Using the Driving/Driven Option

  1. Double-click Draft.1 in the specification tree to edit it.
    The Advanced Draft dialog box appears.

  2. Set the Driving/Driven option. You can note that the Driving side option is checked, meaning that the angle value you specified for the first face you selected (10 degrees) is the driving value.

  3. If you click the 2nd Side tab, you can notice that the angle value field is no longer available.
    In concrete terms, the application will compute the value for the second face so as to avoid the "step effect".

  4. Click OK to confirm the operation.
    The application has adjusted the second drafted face.

  • If you prefer to set the angle value you specified for the second face you selected (6 degrees) as the driving value, just click the 2nd Side tab and check Driving side.
  • Sometimes, some resulting faces of the "Driven draft" are not apt for being removed from molds. In this case, we recommend you to check this using the Draft Analysis capability.

More about the Parting Line Adjustment Option

You will use the Parting Line Adjustment option to ensure that later on you will be able to apply machining techniques onto the part. To illustrate that option, let's consider the part we used in the scenario.

  1. Set the Fitted option.
    This option lets you perform a draft operation on two opposite sides of the part while adjusting the resulting faces on the parting element you chose.

  2. Keep 0.1mm as the parting line adjustment value, and enter 17 degrees to change the draft angle value you previously set to the draft.
    This excessive value does not reflect angle values designers usually use, but this lets us quickly see what happens next. You obtain a draft which is not satisfactory. As indicated by the arrow, the curvature radius would invalid any machining process because it is too small:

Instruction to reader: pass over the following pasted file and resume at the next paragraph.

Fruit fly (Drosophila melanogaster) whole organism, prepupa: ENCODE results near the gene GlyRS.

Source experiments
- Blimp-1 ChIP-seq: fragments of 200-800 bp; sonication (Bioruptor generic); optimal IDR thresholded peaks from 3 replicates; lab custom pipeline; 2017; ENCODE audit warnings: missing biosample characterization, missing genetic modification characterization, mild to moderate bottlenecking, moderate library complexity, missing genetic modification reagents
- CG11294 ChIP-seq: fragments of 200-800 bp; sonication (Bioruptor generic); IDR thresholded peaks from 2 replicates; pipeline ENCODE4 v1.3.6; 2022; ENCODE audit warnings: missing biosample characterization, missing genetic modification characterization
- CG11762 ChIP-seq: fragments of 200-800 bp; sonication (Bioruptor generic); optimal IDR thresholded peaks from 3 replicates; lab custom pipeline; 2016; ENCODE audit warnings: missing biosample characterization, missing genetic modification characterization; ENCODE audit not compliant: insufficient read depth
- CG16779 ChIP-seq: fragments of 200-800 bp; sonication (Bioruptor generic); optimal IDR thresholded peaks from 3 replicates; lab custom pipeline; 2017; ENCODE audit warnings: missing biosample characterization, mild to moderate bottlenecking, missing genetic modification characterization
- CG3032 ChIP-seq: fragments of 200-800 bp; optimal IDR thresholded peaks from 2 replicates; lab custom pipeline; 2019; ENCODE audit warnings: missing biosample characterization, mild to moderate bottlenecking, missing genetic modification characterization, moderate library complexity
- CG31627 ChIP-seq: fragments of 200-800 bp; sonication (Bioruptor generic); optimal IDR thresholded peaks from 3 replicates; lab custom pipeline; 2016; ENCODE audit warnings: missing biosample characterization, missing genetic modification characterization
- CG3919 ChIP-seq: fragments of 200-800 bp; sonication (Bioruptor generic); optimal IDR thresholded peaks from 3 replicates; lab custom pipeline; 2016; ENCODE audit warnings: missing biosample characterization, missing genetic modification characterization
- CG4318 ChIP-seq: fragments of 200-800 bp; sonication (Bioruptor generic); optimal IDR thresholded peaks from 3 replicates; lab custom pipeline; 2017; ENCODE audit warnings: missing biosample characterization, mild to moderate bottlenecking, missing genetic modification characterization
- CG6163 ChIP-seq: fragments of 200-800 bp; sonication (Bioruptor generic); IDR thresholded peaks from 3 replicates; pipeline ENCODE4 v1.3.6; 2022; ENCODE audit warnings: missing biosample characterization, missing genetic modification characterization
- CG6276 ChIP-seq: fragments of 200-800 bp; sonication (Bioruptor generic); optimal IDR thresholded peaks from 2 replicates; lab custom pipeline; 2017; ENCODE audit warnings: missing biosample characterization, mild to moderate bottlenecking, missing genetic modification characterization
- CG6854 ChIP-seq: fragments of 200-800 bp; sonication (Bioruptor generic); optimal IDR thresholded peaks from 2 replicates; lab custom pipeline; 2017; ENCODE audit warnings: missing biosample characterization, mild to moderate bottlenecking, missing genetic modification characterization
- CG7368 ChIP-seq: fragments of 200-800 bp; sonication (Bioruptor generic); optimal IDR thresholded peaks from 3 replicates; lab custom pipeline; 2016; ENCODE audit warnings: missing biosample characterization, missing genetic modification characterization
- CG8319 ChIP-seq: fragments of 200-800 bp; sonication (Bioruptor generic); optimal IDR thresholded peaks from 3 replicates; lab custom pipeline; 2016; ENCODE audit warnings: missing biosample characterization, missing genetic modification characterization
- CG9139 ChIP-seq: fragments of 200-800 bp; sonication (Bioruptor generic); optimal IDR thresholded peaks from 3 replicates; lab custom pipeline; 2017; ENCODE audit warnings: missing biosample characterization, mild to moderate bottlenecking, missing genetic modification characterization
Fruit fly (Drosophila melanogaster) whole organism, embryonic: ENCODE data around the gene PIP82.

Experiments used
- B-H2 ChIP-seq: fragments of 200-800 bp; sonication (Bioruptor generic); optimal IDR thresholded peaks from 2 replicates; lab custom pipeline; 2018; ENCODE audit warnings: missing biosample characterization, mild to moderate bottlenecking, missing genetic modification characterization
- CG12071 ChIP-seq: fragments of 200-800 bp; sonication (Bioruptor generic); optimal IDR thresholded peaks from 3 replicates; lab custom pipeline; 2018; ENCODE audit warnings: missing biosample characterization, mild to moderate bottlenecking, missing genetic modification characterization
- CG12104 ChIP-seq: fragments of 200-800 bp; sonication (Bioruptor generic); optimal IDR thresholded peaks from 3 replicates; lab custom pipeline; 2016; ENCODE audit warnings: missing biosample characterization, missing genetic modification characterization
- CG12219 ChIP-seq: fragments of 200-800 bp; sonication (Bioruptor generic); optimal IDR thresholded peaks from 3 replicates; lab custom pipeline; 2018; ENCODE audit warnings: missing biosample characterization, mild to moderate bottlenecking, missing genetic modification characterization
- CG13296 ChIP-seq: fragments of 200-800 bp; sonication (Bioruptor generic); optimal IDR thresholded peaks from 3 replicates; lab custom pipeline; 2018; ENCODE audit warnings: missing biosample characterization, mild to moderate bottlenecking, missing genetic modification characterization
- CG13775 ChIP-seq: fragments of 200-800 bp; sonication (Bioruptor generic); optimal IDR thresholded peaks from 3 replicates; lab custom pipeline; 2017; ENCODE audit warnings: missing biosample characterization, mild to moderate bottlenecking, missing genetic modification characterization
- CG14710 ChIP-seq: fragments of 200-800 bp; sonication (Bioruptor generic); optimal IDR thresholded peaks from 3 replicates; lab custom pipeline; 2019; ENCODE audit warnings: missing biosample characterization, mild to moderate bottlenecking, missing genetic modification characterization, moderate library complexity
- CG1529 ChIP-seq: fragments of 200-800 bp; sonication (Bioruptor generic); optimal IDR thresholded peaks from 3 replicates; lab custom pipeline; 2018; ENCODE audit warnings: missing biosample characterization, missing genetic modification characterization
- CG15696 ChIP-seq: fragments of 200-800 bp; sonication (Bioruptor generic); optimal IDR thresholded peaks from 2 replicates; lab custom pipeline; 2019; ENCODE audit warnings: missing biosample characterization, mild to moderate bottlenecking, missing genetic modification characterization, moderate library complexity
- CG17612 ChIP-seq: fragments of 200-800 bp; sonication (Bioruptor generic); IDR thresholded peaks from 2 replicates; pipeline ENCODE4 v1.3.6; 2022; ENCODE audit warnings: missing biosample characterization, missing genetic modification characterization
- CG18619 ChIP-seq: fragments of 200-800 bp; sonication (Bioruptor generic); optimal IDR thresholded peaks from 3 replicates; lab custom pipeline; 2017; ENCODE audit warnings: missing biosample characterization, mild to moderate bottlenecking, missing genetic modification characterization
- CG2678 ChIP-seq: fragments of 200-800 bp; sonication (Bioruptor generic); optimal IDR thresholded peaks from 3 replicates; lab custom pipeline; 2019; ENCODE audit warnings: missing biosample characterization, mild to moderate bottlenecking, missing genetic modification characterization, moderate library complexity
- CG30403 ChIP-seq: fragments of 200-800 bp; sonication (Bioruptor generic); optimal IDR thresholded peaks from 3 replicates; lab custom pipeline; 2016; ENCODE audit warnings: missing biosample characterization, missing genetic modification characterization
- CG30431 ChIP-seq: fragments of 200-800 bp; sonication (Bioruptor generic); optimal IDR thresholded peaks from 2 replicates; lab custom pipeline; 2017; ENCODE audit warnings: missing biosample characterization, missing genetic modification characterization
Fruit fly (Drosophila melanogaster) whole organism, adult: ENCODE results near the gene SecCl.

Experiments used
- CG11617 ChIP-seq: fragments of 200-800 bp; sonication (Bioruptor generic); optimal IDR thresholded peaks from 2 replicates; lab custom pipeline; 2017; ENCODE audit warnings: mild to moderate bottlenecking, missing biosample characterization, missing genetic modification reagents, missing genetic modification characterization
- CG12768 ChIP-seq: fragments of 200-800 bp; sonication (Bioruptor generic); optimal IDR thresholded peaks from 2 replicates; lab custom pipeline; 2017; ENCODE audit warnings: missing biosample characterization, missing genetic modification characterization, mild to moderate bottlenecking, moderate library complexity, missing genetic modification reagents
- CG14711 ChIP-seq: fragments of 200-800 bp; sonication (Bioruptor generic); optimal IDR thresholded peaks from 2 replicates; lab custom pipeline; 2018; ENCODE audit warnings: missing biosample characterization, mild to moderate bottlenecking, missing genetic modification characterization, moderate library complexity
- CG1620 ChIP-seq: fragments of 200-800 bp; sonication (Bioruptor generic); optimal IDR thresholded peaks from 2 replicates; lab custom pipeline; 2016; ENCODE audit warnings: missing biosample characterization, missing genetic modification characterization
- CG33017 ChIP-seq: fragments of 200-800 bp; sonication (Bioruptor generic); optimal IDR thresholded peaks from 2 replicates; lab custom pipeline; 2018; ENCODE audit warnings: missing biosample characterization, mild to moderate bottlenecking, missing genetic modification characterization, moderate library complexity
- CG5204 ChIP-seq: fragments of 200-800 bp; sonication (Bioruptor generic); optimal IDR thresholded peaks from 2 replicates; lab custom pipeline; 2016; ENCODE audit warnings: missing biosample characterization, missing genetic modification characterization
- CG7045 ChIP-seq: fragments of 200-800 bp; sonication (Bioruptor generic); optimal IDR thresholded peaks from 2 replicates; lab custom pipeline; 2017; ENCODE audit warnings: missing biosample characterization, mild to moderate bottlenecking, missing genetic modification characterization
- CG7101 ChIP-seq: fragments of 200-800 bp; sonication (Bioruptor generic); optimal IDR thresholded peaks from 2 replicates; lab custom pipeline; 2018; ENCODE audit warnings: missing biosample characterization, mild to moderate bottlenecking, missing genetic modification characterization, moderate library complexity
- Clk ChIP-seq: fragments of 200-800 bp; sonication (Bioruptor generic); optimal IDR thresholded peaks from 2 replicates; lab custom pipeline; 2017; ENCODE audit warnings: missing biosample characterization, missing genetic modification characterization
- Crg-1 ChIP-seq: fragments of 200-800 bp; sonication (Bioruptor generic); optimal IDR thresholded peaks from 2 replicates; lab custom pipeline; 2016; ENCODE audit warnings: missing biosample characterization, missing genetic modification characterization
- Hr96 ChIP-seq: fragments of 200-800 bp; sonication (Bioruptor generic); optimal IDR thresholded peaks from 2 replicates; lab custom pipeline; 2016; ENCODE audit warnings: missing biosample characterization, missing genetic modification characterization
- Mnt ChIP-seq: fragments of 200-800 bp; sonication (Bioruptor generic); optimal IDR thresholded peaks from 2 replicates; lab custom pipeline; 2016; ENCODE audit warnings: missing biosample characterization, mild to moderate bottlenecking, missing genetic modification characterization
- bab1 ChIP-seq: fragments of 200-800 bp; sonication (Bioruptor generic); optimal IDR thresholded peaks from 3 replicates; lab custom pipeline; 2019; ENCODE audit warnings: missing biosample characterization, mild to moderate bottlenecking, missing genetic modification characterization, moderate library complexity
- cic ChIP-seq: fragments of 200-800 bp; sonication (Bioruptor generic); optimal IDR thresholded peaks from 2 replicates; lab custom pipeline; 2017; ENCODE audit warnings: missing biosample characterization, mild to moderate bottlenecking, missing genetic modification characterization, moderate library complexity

3. If you click Top View from the View toolbar, the curvature radius causing trouble for being too small, becomes more visible, as pointed to by the arrow:

  4. Now, changing the parting line adjustment value to 0.7 mm would add material up to the curve pointed to by the arrow. Consequently, the curvature radius would be more acceptable.

  5. Changing the parting line adjustment value to 0.9mm would let you obtain an even larger curvature radius:


    Concretely speaking, when setting the parting line adjustment parameter, you define a length value that sets a maximum thickness to be added to the draft to enlarge the wrong curvature radius. As illustrated in the case just above, that length is represented by L. The chosen value is 0.9mm, which means that L might be 0.9mm or even a little bit less.
    Considering the rest of the curvatures of the draft feature, depending on the part shape, that thickness will most often be thinner, but will never exceed the value you entered.


    This option thus adds material to the part. If then you decide to use it, you should keep in mind that you need to enter reasonable values not to add too much material prior to machining processes. Usually, 0.1mm set as the default value provided by the application, proves to be efficient most of the time.

    Concerning draft angle values, again make sure the value you enter does not add too much material. In the worst cases, this would prevent you from removing parts from molds.

    In other words, a successful draft operation requires a fine tuning between the draft angle value you set and the parting line adjustment you may perform. The challenge being to add the minimum material to the part.

    Useful Tools

    Remember that you can always check curvatures by performing Surface Curvature Analyses and draft validity by using the Draft Analysis capability.